Neo-Tokyo’s Lost Season

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Updated: December 22, 2015

10/26/2022- Tokyo, Japan

“I thought it was going to be a rough season, but I didn’t think it was going to be this bad.” So said veteran and elder statesman Koto Murakami to reporters after the Akira completed their 2022 campaign. Indeed, the team’s 62-100 record is their worst finish in 12 years and first 100 loss season in team history. Needless to say, the transition from the LRS to the PEBA has been a bumpy one.

There have been several success stories after the LRS-PEBA merger of 2021, but by and large many former LRS teams have struggled. Of the teams transitioning to PEBA’s higher level of competition only Havana (formerly the Edo Battousai) has fared worse than Neo-Tokyo, though. According to GM Ron Hiscock it was clear early on in PEBA play that wholesale changes had to be made in order to compete with the rest of the league. “We were nearly maxed out on our operating budget but needed talent upgrades to go toe-to-toe with our competition. I came to the conclusion that we had to take a step back in order to move forward.”

Fans have largely stuck with the team, despite NT’s struggles in recent years. Although attendance dropped by nearly 600,000 compared to last season’s record setting numbers, the team still drew well over 3 million fans to the Neo-Tokyo Grounds. Excitement over the merger amongst the fan base has been tempered by the team’s poor showing. “Our fans are among the most loyal in all of baseball. We appreciate their support because without them we will never reach our goal. They see what we’re trying to do here. I think they can see better days are ahead.”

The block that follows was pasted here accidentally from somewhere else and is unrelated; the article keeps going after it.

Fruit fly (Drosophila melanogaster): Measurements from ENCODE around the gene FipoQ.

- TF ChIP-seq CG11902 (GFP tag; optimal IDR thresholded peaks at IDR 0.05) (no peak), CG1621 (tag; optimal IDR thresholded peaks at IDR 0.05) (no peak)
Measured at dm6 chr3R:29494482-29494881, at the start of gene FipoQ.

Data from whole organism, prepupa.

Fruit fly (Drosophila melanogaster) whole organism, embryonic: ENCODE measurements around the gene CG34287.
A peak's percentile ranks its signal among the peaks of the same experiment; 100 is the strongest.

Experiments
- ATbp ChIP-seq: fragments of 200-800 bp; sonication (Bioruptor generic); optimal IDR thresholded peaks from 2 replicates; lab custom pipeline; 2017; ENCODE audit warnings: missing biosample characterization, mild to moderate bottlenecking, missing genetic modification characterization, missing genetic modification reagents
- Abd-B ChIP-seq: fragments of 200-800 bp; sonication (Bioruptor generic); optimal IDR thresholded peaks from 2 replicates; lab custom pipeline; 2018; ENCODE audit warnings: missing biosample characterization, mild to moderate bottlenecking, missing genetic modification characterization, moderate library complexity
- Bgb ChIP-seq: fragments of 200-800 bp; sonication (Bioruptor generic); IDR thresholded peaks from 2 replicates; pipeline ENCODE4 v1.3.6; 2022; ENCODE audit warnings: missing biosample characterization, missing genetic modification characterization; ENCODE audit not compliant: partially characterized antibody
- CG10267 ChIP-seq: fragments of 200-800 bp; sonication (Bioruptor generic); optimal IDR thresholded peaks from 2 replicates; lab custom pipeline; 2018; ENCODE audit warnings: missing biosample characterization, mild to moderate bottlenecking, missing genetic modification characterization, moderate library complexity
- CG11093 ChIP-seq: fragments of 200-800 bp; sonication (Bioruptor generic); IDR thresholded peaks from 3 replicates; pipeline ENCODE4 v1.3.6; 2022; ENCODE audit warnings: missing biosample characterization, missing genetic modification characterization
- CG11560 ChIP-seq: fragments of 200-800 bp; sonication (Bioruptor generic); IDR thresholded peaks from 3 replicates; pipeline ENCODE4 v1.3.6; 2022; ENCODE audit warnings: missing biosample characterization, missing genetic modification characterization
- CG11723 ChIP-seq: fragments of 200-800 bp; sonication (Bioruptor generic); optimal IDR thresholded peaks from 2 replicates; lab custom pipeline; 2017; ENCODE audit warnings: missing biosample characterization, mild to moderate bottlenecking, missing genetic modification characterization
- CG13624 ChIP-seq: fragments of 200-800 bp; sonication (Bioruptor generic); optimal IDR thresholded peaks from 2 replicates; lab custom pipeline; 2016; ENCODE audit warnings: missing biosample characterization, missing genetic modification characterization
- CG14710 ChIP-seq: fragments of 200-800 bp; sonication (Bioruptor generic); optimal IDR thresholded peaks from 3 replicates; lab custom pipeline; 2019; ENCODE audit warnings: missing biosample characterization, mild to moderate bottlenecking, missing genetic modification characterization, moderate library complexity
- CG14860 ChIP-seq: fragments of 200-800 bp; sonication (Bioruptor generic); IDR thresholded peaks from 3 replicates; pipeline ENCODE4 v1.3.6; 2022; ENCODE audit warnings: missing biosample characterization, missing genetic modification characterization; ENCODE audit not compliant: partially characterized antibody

While NeTo has the highest ranked minor league system in all of baseball, most prospects are several years away from contributing at the big league level. “It’s true…” Ron conceded. “We have talent in the pipeline that will take time to develop, but we also have some payroll flexibility that can help us speed up the process. We’re going to be smart though. Any high dollar acquisitions we bring on board will need to have a long term outlook. We’re not afraid to spend, we just want to spend wisely. That’s critical for our future success.”

That philosophy was the impetus in dealing José Padilla. The 32 year old leftfielder was their biggest offensive threat, but his age and future salary determined that he was not going to be around when things got better.  A trade deadline deal with the Rio Grande Valley Ocelots netted a future draft pick but no immediate help. The ever professional Padilla never complained about his role or the team’s downward spiral. His veteran leadership kept the clubhouse stable. In his absence, turmoil and backbiting reared their ugly heads as losing became the norm. Moral is rumored to be so low that several soon-to be veteran free agents will not even discuss resigning with the team. With things on the verge of chaos, can management hold the team together long enough for help to arrive? This offseason could be critical to Neo-Tokyo’s rebuilding plans.